Bluegrass Airport’s head of public relations, Tom Tyree, reports that unlike airports in other cities, their peak season is not in the weeks around Christmas and Easter but during the last two weeks in September when the sales are held, and in the months of October and April when the races take place. However, Tyree says that the September sales do bring in the heaviest volume of private aircraft.

Coming from all parts of the world, buyers and sellers fly their private jets and horses to Lexington. The proximity of Lexington’s Bluegrass airport to Keeneland is a valuable advantage for those who travel privately notes Tyree, especially for those horses that are brought across seas and must be quarantined for a certain length of time. Owners can fly into Lexington and take their horses directly to Keeneland’s quarantine center within a matter of minutes.

An airline company based in Lexington was established to accommodate the transport needs of horses. The only passengers on Tex Sutton’s aircrafts are horses and the specialized airline is a frequenter of the Lexington Bluegrass Airport making four or five trips to the airport a week during the fall sales.


The impressive grandeur of the global horse industry is visible during Keeneland’s two-week event, and is just now winding down.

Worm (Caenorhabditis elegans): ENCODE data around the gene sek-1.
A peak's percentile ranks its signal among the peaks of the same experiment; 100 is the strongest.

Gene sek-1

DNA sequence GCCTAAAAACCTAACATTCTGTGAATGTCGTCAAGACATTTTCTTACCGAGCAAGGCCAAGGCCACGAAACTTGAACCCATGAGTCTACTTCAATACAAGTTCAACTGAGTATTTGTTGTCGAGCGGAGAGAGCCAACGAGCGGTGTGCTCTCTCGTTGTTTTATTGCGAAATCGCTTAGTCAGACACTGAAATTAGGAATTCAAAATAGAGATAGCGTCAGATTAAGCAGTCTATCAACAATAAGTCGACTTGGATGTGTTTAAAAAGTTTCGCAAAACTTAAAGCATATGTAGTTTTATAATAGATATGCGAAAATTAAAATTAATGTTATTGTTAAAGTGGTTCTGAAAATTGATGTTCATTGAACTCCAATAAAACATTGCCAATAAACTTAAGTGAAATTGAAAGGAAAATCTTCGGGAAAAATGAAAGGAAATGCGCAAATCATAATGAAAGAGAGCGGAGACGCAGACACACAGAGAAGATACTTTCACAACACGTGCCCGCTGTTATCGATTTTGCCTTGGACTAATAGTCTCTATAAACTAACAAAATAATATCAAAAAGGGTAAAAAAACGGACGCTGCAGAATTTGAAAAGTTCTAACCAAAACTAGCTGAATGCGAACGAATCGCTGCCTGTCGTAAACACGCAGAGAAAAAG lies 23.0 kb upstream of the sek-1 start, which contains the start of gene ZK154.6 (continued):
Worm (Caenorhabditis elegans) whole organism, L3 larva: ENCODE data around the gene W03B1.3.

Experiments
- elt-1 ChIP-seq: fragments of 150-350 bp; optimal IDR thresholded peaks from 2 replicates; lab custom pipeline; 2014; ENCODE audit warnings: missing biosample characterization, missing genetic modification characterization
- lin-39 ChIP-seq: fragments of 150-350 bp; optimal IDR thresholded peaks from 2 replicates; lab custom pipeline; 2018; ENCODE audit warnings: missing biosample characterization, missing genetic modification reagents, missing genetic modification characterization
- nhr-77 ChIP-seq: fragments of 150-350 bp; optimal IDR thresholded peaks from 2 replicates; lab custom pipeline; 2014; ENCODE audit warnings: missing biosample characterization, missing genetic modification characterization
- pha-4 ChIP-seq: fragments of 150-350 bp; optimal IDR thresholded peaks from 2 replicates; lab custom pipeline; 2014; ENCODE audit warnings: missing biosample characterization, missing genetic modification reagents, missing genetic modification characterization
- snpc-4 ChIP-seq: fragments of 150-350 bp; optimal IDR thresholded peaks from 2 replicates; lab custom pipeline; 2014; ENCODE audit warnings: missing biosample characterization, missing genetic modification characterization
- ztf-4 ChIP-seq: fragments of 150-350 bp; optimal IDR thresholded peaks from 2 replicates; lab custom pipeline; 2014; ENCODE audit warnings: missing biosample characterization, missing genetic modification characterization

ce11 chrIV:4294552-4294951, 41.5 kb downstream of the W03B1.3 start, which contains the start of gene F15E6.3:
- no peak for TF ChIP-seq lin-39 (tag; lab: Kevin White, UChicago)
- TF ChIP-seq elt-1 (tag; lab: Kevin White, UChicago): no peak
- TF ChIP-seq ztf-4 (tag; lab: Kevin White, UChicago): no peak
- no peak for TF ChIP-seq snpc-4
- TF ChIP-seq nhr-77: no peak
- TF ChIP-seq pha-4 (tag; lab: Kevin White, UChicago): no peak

From the stall hands to the handlers on up to bloodstock agents and the buyers that they represent, every individual contributes to the intense energy of the sales environment. The sale is broken down into categories based on the value of the horses, in the first part of the sale, or the “select portion,” the finest horses are sold and the wealthiest individuals n the business are present. As the sale continues the price and quality of the market declines. Denis Lynch, director of sales at Fasig Tipton, describes the sales progression as going from “rich Europeans to Cowboy hats,” According to Lynch, Black Friday, “acts as a kind of easy changing of the guard” serving a transitional purpose. He explains, “when the big 747s pull out of the Lexington airport, it is a very symbolic moment for the industry” (the sheiks departed last Wednesday and Thursday for example) marking the demographic progression in the sale’s attendance. The nature of the business, the large sums of money being exchanged, and the amount of activity taking place provides enormous opportunities for profit (both above-board, and sketchy)

While September has yet to add up to a March Madness (particularly when a Final Four game hits Rupp), with the Yearling Sales, the ideaFestival, National City’s Urban Challenge, and other programming stepping up —it’s on its way. n

Sales open at 10am daily through September 27.
Keeneland Fall Meet begins October 8.
FALLSTARS is later that evening.
Info, 859/254-3412.